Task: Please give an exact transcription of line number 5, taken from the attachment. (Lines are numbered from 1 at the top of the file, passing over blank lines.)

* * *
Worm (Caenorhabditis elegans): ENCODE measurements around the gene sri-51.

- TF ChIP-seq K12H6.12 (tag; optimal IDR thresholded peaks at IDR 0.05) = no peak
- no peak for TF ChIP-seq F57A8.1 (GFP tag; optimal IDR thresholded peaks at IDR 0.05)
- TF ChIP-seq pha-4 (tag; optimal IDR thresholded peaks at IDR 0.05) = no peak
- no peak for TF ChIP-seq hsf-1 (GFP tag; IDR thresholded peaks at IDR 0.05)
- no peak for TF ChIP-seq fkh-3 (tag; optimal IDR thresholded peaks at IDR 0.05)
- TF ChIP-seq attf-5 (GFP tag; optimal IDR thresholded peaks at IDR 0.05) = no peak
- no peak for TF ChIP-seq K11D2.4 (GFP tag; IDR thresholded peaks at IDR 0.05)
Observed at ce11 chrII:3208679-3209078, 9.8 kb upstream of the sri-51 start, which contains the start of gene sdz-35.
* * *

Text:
- no peak for TF ChIP-seq hsf-1 (GFP tag; IDR thresholded peaks at IDR 0.05)